The book is described as “your number one career guide”, and essentially it aims to put readers in the most positive frame of mind in planning their careers and thinking of which jobs they should apply for in order to be successful. It is 128 pages long, with plenty of white space for notes, occasional cartoons and a generous lay-out, so that it is easy to take in the book as a whole fairly quickly.David Royston-Lee has adopted a fairly informal and chatty style, and he takes readers through a chain of thought, encouraging them to think of career planning as a process, to follow up certain approaches and to avoid blind alleys. He offers a dozen exercises and charts for readers to use in thinking about themselves and their environment.
In particular, the author advocates a three-question approach, arguing that readers need first to identify who they are, then where they are going, before finally how they are going to get there. These questions form the main sections of the book, and they are progressively shorter, as David Royston-Lee clearly believes that young people planning their careers need first to clarify what sort of person they are and what they fundamentally like and want, before going on to identify any specific job.
He is a business psychologist who has held senior positions in major companies, and he is therefore well experienced in the field that he covers.
In evaluating the usefulness of the book, I must acknowledge that I have not tried it out on any of its target readerships, and although I have interviewed thousands of people over the years, I am not a business psychologist. So please take my observations with a pinch of salt, and if any Webmag reader from the groups which the book targets would like to write a second review, please get in touch.
In my opinion the book would be useful to two main groups of readers. The first consists of students in the latter years at school, or in higher education, or young adults entering the job market. In particular it is suitable to people who want to plan careers and see themselves as aiming high, as the title implies. They will find it an easy read, and will be able to pick and choose the exercises they think will suit them best. I think that this group will find the book of real value and it will help them get their heads round the daunting task of thinking which field to work in.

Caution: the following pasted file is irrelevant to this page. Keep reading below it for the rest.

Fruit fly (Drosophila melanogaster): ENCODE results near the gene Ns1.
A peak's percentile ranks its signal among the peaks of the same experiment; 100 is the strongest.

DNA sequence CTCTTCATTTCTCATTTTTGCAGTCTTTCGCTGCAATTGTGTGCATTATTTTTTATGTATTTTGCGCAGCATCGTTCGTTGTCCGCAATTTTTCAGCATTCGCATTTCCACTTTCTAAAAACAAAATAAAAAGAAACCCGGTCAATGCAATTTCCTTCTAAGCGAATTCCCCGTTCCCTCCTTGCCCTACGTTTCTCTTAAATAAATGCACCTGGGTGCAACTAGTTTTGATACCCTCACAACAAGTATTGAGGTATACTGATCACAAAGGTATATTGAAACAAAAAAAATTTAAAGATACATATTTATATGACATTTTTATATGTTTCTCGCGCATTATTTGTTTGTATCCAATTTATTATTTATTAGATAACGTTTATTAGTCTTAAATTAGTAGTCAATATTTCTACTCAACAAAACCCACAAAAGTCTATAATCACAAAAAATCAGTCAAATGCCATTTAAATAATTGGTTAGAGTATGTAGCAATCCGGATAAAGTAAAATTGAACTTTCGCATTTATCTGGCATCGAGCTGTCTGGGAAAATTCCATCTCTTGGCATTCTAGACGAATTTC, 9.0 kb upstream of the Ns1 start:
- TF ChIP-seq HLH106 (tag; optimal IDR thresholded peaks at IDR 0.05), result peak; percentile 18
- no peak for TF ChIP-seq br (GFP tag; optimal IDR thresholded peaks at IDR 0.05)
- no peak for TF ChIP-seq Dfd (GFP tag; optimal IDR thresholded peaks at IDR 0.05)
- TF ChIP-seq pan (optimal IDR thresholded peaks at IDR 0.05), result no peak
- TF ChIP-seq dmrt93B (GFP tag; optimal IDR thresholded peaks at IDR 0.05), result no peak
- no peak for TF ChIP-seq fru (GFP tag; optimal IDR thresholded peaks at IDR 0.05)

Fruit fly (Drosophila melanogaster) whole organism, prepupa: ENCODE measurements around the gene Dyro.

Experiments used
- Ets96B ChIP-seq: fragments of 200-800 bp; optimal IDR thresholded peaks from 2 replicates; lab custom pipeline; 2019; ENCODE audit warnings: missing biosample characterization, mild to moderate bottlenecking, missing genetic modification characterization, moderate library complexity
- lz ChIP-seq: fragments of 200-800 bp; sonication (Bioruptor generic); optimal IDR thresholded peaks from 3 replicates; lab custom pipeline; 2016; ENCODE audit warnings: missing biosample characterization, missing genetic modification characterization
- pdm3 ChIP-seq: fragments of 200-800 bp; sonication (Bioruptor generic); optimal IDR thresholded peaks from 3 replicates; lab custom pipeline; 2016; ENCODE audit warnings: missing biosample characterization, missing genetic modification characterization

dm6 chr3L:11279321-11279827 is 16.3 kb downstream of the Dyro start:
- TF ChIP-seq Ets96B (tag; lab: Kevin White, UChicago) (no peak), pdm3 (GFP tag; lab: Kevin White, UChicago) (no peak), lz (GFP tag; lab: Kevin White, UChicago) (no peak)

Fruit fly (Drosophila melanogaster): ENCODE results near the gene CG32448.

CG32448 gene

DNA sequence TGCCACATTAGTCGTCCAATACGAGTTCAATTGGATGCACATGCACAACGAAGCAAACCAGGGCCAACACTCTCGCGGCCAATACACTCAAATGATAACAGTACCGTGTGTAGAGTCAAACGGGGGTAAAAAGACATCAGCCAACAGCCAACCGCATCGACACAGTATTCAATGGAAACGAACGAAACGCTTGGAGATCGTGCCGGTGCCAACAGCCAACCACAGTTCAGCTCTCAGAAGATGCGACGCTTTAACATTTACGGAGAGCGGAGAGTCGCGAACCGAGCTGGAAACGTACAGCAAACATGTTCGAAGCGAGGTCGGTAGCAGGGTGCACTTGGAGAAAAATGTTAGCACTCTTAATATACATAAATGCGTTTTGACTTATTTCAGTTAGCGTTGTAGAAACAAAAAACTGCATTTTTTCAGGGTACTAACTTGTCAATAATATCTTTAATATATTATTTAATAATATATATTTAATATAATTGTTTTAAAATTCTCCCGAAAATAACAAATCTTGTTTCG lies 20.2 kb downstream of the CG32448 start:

Teachers advising students on career planning form the second group. The ideas in the book – such as thinking about oneself, one’s characteristics, likes, skills, values etc. – are important to anyone entering the job market, but there will be a sizeable percentage who would find it difficult to cope with the book on their own. (An unhappily high number of young people are functionally illiterate on leaving school.) By using sections of the book, though, teachers may well help students in this category to think about the questions the book poses.
For the readership of the Webmag, who largely work with children and young people who face a range of problems, such as disabilities, family and social difficulties and educational underfunctioning, it may well be necessary to reframe the contents of the book. The examples given all assume that the readers are going for top jobs. For young people at the bottom of the social heap the question is often whether they can get any sort of job, and whether they can hold it down if they get one. A lot of the jobs on offer may well be unpleasant or boring, with few prospects. For these young people, developing the motivation to work, the right attitude to be a member of a team of workers and the ability to cope with bosses are all important if they are to be able to cope with very basic jobs.
The book needs to be digested and reframed by adults for these young people. Indeed, a challenge for David Royston-Lee could be to devise a twin volume aimed specifically at this end of the job market.
Finally, two or three comments on the way the book is presented. I felt that, in an attempt to be chatty, the book became rather longer than it needed to be, and I do not think it would have lost impact if it were, say, 25% shorter. It is littered with words in bold; some of them are important, but quite a number are not, and I found this distracting and unhelpful, as if someone speaking to you shouted occasional words, and it undermines the system of subheading, which is not so heavily marked. I also found that the flow of argument meant that if I lost my place and came back to the book I had difficulty understanding the text without going back to pick up the thread.
One final point: I think that in urging readers to think about themselves and their environment it was an omission not to include a section on what they thought other people’s expectations of them were. Family members may expect them to work in the family firm or in jobs like their parents’ or siblings’. They may expect the readers to aim high – or not to get above the station. Friends may also exert pressures. In short, the expectations of those close to us can be encouraging, but can also be limiting or misplaced. In planning careers it is worth being aware of these expectations and thinking clearly how to proceed, whether one conforms to them or rebels.
However, if you are wanting to have advice on planning your career, do not let these criticisms put you off. The book is a lively read and if its challenging questions make young people think, it will have achieved its aim and they are more likely to have a rewarding career.
Royston-Lee, David (2010) How to Win from the Start
Artesian Publishing LLP
ISBN 978 – 0 9551164 – 3 – 8